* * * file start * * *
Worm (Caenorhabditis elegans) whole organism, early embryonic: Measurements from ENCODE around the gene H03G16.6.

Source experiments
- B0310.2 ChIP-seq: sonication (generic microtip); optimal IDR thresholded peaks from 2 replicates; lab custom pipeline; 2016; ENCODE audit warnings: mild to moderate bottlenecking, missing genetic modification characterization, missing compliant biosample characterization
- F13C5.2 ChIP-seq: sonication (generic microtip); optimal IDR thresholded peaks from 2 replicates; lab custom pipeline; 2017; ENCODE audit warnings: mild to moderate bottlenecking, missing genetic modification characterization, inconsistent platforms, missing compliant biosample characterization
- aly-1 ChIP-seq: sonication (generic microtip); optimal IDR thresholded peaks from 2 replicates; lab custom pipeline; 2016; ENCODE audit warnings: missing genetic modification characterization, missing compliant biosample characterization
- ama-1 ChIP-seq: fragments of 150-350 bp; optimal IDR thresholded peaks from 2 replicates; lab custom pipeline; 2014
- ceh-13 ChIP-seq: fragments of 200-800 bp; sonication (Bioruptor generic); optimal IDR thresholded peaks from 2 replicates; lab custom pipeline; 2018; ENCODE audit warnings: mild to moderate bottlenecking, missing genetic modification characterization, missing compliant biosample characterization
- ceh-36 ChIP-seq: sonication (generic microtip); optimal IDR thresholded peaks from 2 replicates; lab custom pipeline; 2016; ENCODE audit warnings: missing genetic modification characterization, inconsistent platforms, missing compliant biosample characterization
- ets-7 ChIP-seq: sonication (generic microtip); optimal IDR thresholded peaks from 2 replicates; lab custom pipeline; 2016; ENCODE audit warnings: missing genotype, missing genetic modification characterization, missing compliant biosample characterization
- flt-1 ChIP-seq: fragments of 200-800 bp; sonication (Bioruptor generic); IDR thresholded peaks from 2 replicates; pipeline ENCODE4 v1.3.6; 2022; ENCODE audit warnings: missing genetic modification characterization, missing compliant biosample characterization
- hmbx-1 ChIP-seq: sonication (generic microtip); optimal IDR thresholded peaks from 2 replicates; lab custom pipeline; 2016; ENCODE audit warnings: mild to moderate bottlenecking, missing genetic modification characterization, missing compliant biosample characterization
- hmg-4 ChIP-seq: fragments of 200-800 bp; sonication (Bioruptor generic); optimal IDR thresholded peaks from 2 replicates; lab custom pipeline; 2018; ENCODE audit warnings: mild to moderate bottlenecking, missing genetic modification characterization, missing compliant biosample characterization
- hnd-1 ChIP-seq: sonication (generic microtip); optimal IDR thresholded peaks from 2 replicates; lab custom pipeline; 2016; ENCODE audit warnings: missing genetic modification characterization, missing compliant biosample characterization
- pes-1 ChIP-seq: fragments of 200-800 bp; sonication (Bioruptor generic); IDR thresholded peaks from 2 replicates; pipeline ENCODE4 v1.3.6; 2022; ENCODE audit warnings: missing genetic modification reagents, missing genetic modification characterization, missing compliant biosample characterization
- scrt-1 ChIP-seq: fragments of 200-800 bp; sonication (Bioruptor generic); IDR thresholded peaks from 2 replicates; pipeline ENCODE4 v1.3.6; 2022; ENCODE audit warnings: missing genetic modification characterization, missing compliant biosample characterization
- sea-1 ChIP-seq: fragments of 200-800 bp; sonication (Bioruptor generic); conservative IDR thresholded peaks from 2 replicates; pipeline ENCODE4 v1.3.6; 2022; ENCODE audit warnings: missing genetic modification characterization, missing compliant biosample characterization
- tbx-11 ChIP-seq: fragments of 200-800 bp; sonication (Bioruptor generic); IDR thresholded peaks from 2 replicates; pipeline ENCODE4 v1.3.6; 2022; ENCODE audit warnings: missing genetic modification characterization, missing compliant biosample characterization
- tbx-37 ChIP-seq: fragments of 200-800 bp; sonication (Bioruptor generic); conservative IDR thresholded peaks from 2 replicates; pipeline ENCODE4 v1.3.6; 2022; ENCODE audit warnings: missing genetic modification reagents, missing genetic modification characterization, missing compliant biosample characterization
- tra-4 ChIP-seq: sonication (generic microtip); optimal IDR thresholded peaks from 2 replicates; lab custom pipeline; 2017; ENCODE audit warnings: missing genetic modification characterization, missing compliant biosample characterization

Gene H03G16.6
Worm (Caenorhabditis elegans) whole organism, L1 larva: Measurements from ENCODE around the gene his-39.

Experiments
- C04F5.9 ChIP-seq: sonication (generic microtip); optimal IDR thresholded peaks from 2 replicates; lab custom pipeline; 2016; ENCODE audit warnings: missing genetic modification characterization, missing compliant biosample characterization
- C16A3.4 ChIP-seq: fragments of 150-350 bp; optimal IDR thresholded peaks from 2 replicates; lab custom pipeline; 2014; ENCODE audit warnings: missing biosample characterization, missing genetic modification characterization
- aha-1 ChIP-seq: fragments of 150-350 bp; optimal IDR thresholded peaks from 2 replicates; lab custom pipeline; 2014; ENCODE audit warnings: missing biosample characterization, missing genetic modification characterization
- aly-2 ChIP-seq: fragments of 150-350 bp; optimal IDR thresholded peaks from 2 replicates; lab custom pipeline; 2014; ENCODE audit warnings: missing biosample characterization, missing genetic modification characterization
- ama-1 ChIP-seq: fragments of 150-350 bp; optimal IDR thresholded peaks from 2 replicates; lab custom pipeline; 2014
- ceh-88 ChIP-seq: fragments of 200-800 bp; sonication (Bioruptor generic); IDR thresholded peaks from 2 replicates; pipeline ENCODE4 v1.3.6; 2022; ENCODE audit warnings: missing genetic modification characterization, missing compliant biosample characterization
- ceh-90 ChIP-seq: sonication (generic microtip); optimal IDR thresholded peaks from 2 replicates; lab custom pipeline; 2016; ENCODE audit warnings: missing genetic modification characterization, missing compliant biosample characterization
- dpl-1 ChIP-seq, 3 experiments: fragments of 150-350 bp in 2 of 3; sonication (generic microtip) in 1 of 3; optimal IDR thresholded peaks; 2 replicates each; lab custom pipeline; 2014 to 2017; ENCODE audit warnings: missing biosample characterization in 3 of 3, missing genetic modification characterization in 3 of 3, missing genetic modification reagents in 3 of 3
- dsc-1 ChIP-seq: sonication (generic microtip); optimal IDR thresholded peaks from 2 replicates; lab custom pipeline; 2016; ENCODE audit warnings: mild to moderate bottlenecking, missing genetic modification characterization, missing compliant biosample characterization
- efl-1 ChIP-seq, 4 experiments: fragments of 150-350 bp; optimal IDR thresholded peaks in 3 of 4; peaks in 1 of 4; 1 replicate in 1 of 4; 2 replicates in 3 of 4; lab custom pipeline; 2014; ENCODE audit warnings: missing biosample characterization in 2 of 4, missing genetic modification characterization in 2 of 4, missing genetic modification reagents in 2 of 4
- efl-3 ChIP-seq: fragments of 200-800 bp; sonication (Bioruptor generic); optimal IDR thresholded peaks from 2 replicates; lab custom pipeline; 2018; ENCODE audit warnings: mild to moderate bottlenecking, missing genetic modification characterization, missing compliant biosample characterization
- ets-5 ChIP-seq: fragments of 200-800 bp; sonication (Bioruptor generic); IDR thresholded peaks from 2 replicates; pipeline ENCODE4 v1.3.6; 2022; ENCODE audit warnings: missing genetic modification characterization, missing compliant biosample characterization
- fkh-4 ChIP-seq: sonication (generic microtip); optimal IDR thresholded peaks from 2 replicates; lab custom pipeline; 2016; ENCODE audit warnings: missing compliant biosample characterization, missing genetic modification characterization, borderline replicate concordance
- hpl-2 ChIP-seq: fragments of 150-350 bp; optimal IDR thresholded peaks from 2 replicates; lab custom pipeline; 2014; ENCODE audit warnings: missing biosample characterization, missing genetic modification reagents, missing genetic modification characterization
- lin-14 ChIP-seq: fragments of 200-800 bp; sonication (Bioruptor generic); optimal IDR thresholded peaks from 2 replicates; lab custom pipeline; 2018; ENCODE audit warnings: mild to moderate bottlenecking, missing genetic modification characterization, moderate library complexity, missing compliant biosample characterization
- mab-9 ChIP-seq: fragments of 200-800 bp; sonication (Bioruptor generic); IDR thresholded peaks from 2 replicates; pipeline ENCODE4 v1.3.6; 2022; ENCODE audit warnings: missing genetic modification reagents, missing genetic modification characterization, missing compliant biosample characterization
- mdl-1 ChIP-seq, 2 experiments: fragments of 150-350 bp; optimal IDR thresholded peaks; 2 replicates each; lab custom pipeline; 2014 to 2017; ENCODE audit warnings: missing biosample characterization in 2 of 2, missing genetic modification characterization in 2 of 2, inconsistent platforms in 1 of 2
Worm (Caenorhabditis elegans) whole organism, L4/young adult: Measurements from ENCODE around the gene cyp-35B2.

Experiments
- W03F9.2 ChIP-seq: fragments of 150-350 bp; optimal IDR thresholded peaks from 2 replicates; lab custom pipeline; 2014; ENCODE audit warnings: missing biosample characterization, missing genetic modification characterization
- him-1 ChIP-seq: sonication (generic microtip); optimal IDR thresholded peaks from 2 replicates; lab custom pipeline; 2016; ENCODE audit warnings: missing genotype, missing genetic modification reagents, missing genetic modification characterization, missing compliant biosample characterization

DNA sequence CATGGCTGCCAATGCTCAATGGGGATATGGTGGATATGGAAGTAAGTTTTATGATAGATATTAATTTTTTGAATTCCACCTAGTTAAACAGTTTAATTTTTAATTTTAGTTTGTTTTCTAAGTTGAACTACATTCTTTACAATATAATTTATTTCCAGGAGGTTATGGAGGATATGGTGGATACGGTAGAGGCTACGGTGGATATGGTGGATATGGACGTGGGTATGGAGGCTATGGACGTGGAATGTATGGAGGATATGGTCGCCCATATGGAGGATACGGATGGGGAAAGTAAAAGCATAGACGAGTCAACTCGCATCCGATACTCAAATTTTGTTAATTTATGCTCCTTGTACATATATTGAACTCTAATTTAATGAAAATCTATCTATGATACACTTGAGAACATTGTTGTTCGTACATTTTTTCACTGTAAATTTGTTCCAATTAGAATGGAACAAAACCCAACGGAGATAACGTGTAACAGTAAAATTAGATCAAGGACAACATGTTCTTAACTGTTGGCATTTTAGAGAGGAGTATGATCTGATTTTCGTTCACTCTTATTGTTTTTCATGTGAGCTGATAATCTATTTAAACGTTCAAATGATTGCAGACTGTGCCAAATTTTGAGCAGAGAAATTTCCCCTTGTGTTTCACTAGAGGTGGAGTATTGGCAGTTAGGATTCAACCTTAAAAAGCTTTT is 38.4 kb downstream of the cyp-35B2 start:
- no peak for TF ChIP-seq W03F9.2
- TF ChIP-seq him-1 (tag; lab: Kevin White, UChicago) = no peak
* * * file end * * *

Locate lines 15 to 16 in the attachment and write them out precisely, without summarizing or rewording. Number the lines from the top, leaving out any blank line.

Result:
- scrt-1 ChIP-seq: fragments of 200-800 bp; sonication (Bioruptor generic); IDR thresholded peaks from 2 replicates; pipeline ENCODE4 v1.3.6; 2022; ENCODE audit warnings: missing genetic modification characterization, missing compliant biosample characterization
- sea-1 ChIP-seq: fragments of 200-800 bp; sonication (Bioruptor generic); conservative IDR thresholded peaks from 2 replicates; pipeline ENCODE4 v1.3.6; 2022; ENCODE audit warnings: missing genetic modification characterization, missing compliant biosample characterization